Without Manaugh’s own fiercely speculative writing the site would be without its vital spark. He reports on stories, ideas, notions, flights of fancy, but adds his own context, an endless cascade of “What if?” scenarios to bring geological data-storage, subterranean sculpture, redesigned atmospheres, resurrected fortifications, and a million other architectural themes to life.

This is science fiction, but in the manner defined by Brian Aldiss. It is “the sub-literature of change”. The same is true of the book, which I’ve just finished reading. Manaugh storms through a number of his favourite blogging themes: The Underground (adventures in subterranean architectures, geology), Redesigning the Sky (atmospherics, artificial metereology, aurora on demand), Music, Sounds, Noise (architectural acoustics), and Landscape Futures. Each of these receives a series of small essays, which report on interesting phenomena, such as how cities and mountain ranges influence weather patterns, before plunging into the consequential possibilities: weather as spectator sport, weaponising the atmosphere, and so on.

It’s a book that contains multitudes. The core bits of essaying are supplemented by sidebar notes from the blog, as well as the site’s best entries, and a bunch of interviews with architects, musicians, artists, and writers. It’s also lavishly illustrated with dozens of colour pictures.

Through a couple of junctures in this book the sober British empiricist in me frowned at Manaugh’s more outlandish flights of fantasy. I’m not sure whether that’s because the context of reading such ideas in a book seemed to carry a different gravity to reading them on a blog, or whether the occasionally unscientific fiction he was creating challenged even my reasonably broad capacity for playfulness and optimism. He is not dealing in analytical “reality”, of course, as the introduction makes plain:

“…forget academic rigour. Never take the appropriate next step. Talk about Chinese urban design, the European space program, and landscape in the films of Alfred Hitchcock in the span of three sentences – because it’s fun, and the juxtapositions might take you somewhere. Most importantly, follow your lines of interest.”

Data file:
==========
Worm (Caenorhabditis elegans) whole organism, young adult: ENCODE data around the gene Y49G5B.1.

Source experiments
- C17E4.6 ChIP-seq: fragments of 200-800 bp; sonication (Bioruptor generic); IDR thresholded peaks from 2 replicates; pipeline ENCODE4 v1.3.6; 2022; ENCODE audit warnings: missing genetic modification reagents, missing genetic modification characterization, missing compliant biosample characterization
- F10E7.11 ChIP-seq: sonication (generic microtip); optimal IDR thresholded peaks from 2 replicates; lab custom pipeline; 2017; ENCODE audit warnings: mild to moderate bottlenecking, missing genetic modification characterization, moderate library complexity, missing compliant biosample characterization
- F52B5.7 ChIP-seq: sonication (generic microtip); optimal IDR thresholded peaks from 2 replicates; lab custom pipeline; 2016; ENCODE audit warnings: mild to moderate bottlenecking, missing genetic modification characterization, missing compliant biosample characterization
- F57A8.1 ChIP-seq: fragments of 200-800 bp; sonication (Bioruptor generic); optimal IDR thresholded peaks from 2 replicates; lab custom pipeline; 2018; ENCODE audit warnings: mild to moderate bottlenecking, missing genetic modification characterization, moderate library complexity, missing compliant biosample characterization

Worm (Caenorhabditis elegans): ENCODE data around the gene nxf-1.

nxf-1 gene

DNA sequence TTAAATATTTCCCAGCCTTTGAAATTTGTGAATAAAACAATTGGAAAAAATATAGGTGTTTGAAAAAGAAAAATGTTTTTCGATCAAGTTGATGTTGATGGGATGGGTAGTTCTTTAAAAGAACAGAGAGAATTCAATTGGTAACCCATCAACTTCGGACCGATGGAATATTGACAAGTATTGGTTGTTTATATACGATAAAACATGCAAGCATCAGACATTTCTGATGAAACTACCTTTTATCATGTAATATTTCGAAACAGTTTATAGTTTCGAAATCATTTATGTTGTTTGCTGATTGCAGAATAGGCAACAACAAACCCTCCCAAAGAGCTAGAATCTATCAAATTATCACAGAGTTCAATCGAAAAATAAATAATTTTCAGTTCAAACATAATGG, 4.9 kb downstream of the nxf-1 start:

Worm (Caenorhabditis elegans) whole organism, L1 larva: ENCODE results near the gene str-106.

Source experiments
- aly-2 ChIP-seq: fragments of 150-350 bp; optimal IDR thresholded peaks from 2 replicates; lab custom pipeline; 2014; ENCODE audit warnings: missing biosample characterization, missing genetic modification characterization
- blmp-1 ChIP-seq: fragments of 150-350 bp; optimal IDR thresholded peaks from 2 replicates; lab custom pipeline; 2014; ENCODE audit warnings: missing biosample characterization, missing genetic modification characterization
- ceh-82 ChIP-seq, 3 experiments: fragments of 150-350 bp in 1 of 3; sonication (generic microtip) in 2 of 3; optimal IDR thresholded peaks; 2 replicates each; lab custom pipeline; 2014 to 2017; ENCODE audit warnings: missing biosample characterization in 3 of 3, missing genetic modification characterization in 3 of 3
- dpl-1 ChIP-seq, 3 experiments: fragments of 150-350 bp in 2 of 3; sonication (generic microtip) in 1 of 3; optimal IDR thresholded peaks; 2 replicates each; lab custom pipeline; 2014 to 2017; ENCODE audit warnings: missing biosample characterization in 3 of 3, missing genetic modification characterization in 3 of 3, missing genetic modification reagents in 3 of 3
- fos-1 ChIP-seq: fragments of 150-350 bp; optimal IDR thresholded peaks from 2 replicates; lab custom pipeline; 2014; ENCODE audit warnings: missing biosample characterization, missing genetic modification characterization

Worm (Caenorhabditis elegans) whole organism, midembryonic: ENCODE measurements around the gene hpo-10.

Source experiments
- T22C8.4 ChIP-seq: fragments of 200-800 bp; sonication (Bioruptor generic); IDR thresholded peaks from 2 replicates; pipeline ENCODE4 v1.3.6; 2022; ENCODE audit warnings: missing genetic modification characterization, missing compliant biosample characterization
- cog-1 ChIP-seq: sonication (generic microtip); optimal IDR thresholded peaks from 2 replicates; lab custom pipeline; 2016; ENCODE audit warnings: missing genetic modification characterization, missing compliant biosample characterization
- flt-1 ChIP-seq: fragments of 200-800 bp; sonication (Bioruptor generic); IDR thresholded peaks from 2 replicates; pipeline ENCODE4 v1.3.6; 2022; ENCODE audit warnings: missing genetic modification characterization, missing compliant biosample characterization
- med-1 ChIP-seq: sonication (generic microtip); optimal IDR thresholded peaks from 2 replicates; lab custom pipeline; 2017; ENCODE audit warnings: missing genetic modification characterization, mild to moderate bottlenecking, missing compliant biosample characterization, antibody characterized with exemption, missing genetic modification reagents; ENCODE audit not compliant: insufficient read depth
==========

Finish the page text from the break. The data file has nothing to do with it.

Which, as a statement of philosophy sounds rather like one of the book’s literary godfathers, JG Ballard: “My advice to anyone in any field is to be faithful to your obsessions. Identify them and be faithful to them, let them guide you like a sleepwalker.”

Over-using that quote. I’ll stop now.


Jun 13 2009

Input/Output

Having spent a couple of weeks working in an office for a magazine, I’m relishing the chance to gorge myself on research for my own projects. I hope I’ll never take for granted the incredible freedom that being a freelance creature has given me. And I also quietly pray that I never have to give it up.

I’m now busy trying to focus my curiosity and gather together ideas from a selection of fresh sources. In the months since This Gaming Life was released I’ve spent plenty of time developing some of the more interesting ideas that the book touched on: the significance of boredom, the value and values of escapism, generative systems in videogames, gamers in videogames, videogames as a new science fiction frontier, biography, philosophy and the future. All that means lots of dredging for data, spotting connections, and figuring out what needs to be said next.

A writer is a machine for turning tea into descriptions. And this writer’s head needs other materials to combine with the caffeine. I suppose some folks are more spontaneous and original, but I need to remix and recombine foreign elements to produce anything useful. So, as a set of notes and explanations, here’s a cross section of my current research materials. I’m thinking of the following as a kind of map of where my projects are in idea-space, which is actually what this blog has largely been about, over the years.

[Everything mentioned here is set to a soundtrack composed of Lustmord, Brian Eno, Tim Hecker, Belong, and, for a touch of energy, Lightning Bolt.]